After sending four rovers to Mars — with a fifth scheduled to launch in July — NASA announced on Thursday a contract for putting its first wheeled robot on the moon.
Astrobotic Technology Inc. of Pittsburgh won a $199.5 million contract to deliver the robotic explorer to the moon in late 2023. The price includes the rocket to launch the mission and the lander that will set the rover down near the moon’s South Pole.
The rover — the Volatiles Investigating Polar Exploration Rover, or VIPER — is the latest in a series of robotic missions that NASA is financing as part of its renewed interest in the moon.
VIPER is to spend about 100 days rolling around in search of water ice, which is believed to exist in permanently shadowed craters near the moon’s poles — among the coldest places in the solar system.
That water could provide an invaluable resource for future astronauts. It would provide water to drink, and the water molecules could also be broken down into hydrogen and oxygen. That could yield oxygen for astronauts to breathe, as well as propellant for rockets traveling home to Earth or elsewhere in the solar system.
However, the exact location and nature of the water ice is not known. It could be at the surface as frost or buried underground. It might be pure water or bound up in minerals. VIPER’s mission is to figure that out, and the information would help plan where astronauts would land on the moon, which NASA optimistically has scheduled for 2024.
“VIPER is going to be the first robot to actually touch this water ice that we’ve detected,” said Steven Clarke, who recently left his position as deputy associate administrator for exploration in NASA’s science directorate for another role at the agency.
The rover will carry a suite of instruments, including a drill that will allow it to investigate what is below the surface.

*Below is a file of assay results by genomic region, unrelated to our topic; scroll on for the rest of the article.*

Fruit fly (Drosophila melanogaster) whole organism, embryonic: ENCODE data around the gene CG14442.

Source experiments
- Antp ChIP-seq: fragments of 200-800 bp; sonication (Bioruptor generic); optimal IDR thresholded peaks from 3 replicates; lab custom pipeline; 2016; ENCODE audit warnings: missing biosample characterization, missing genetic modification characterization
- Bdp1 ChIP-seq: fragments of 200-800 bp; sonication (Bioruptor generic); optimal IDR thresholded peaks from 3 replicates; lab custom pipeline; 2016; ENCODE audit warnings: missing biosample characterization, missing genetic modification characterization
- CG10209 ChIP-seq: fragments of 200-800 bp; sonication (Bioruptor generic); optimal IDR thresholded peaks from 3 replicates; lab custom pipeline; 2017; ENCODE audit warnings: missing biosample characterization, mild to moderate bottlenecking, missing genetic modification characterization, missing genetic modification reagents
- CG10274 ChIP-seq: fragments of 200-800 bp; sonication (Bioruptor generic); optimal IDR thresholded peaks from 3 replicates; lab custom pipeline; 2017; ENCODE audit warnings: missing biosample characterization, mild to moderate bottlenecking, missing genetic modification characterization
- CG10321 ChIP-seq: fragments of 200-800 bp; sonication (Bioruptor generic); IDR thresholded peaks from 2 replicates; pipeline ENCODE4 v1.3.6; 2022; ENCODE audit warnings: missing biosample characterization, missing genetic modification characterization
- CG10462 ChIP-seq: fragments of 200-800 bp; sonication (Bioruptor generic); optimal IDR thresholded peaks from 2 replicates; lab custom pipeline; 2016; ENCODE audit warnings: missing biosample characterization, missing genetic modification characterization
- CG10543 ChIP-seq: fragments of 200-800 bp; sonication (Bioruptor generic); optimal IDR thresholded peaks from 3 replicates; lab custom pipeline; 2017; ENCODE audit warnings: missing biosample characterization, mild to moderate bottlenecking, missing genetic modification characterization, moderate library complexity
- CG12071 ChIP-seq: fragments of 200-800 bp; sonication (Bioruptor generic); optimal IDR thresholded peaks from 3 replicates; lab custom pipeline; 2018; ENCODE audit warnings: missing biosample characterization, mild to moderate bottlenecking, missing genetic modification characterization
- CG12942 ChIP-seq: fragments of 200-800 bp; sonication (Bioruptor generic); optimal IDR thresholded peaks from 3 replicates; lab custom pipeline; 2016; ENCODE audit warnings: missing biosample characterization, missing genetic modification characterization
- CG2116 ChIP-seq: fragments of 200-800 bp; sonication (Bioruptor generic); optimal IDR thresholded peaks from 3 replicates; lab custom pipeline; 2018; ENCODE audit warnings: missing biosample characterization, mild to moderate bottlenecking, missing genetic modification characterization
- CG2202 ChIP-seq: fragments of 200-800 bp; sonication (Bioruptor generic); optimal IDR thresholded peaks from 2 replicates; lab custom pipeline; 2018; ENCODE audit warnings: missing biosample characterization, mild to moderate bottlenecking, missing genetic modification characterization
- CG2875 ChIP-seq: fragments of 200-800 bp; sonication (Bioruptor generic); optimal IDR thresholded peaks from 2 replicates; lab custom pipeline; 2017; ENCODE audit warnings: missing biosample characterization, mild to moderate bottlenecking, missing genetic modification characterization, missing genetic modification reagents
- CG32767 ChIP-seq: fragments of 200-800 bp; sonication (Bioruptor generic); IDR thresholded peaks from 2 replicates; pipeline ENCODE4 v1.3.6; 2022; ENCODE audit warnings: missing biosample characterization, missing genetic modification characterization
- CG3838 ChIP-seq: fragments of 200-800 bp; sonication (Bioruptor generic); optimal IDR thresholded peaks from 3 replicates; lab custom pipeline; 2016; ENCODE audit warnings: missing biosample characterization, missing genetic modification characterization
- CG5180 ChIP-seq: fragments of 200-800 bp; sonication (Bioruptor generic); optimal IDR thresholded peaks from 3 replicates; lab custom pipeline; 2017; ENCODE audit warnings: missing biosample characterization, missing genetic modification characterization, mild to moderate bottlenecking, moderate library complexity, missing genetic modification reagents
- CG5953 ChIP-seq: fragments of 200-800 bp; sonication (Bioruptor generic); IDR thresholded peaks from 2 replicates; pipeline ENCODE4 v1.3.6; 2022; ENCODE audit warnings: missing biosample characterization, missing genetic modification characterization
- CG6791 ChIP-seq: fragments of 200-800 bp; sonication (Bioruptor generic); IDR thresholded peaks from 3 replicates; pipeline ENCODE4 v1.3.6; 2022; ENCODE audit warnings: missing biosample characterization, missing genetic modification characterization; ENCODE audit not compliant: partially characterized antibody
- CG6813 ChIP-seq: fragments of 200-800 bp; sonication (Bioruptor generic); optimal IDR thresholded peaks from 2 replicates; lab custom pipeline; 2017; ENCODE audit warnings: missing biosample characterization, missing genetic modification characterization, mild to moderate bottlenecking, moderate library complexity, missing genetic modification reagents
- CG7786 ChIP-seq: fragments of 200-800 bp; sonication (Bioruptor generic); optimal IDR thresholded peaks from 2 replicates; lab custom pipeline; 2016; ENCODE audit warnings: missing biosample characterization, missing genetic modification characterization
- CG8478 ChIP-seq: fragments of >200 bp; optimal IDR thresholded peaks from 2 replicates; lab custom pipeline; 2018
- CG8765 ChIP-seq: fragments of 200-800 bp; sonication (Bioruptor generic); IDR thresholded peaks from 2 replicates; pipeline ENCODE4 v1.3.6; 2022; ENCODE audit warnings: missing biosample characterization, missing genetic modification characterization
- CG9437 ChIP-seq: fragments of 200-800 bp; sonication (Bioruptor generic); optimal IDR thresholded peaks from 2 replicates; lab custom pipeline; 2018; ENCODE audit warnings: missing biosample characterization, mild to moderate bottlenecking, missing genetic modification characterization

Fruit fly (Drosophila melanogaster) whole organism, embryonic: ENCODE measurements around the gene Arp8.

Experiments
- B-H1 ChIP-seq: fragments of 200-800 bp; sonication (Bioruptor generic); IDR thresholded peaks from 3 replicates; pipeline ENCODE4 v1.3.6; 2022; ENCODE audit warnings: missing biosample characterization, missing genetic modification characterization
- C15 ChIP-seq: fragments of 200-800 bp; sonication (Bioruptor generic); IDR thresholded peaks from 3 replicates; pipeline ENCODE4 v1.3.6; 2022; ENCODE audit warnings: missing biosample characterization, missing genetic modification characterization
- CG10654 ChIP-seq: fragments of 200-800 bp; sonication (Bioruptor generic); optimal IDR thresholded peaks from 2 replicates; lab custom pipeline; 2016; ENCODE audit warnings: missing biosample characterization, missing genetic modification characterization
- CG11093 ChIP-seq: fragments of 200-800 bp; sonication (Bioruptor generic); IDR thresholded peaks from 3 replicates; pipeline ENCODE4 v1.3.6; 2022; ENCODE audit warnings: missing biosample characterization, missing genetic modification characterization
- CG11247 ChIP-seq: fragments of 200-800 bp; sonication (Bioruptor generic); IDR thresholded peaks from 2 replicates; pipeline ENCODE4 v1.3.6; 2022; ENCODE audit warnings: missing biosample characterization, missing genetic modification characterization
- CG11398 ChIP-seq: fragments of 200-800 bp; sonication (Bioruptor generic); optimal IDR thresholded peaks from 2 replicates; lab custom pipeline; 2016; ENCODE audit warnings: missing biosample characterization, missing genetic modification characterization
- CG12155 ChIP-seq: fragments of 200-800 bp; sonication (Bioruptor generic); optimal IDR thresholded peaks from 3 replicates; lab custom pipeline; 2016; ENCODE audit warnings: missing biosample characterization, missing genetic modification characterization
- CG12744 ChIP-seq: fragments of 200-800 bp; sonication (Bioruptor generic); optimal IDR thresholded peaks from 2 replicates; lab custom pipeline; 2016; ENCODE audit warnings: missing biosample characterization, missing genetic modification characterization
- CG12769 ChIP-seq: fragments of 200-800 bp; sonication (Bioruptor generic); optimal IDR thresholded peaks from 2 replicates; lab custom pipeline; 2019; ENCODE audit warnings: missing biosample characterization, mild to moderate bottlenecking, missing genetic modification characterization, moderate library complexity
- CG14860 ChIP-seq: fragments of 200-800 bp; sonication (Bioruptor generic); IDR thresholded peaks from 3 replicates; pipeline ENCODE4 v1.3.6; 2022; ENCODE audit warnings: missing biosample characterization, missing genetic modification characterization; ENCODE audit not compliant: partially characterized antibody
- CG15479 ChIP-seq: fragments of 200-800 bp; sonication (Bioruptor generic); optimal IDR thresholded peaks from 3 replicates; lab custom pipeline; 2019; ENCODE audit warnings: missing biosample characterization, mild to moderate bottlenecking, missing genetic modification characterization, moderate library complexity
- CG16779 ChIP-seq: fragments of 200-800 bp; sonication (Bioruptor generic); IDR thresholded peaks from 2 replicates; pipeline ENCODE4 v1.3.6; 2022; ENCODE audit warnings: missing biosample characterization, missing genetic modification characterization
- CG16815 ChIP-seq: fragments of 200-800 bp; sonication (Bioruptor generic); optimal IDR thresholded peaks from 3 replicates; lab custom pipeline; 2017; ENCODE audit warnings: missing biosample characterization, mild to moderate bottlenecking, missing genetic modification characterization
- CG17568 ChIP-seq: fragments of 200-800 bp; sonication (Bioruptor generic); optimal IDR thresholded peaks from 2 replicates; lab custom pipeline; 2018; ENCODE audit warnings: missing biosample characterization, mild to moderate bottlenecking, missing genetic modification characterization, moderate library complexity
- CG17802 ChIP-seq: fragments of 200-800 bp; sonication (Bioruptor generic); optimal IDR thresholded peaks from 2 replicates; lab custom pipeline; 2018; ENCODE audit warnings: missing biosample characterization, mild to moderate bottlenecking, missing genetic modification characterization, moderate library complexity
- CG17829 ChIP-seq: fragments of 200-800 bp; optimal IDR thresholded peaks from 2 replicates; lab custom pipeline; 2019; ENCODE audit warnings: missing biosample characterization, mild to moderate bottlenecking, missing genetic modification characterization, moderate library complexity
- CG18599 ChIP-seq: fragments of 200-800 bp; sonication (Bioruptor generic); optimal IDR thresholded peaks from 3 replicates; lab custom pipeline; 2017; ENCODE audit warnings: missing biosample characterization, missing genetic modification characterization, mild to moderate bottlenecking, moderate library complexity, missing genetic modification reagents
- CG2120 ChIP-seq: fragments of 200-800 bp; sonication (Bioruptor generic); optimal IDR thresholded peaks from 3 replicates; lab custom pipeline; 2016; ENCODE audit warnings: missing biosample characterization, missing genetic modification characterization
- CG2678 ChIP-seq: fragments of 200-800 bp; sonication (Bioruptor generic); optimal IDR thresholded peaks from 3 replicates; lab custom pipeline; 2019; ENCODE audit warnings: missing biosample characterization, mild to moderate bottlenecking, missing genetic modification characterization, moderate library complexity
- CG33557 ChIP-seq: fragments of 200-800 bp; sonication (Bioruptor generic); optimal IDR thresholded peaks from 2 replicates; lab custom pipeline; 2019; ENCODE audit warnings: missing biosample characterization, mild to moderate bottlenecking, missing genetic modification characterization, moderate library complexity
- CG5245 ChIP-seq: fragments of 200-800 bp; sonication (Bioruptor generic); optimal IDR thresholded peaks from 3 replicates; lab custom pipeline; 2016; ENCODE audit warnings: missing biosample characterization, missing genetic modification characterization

This will be the first time that NASA has sent a rover to the moon. The Soviet Union sent two in the 1970s, and China has sent two since 2013, including one last year as part of the first mission to land on the far side of the moon. An Indian spacecraft carrying a rover crashed last year during its landing attempt.
In a shift from the past when NASA would design the whole mission including the lander, it is now looking for private companies to provide the transportation to the moon, often shared with non-NASA payloads, a program established in 2018 as Commercial Lunar Payload Services.
This approach, NASA believes, is less expensive and could also aid fledgling companies in establishing profitable businesses.
It follows on a NASA program using a similar commercial approach that recently sent two astronauts, Robert L. Behnken and Douglas G. Hurley, to the International Space Station aboard a spacecraft built by Elon Musk’s SpaceX.
In earlier rounds, NASA sought delivery of small and inexpensive experiments, and NASA officials said they expected that perhaps half of the missions might fail, but the rewards justified the risks.
Two launches, including one by Astrobotic, are scheduled to take off next year, and a third is to occur in 2022.
The stakes are higher for VIPER. Weighing close to 1,000 pounds, it is roughly the size of a golf cart — five feet long, five feet wide and about eight feet tall. NASA officials declined to say how much the rover itself will cost.
For Astrobotic, NASA’s newfound focus has changed and accelerated its business.
The company was founded 13 years ago in hopes of winning the Google Lunar X Prize, a competition for the first private spacecraft to land on the moon. That competition expired in 2018 without a winner, but even before then Astrobotic decided to focus on winning commercial payload business.
Astrobotic already had commitments to take about a dozen payloads to the moon, including a Mexican space agency instrument and time capsules. But the NASA contract filled most of the remaining spaces and helped accelerate the development of the market for going to the moon.
“It’s dramatically enabling that to have NASA as the biggest customer,” John Thornton, Astrobotic’s chief executive, said in an interview. “It’s a key driver.”
When the rover launches in 2023, it will sit on the company’s Griffin lander, which is larger than the spacecraft that is to fly the first mission next year. Once on the surface, the rover will drive down one of two ramps and start its search for water.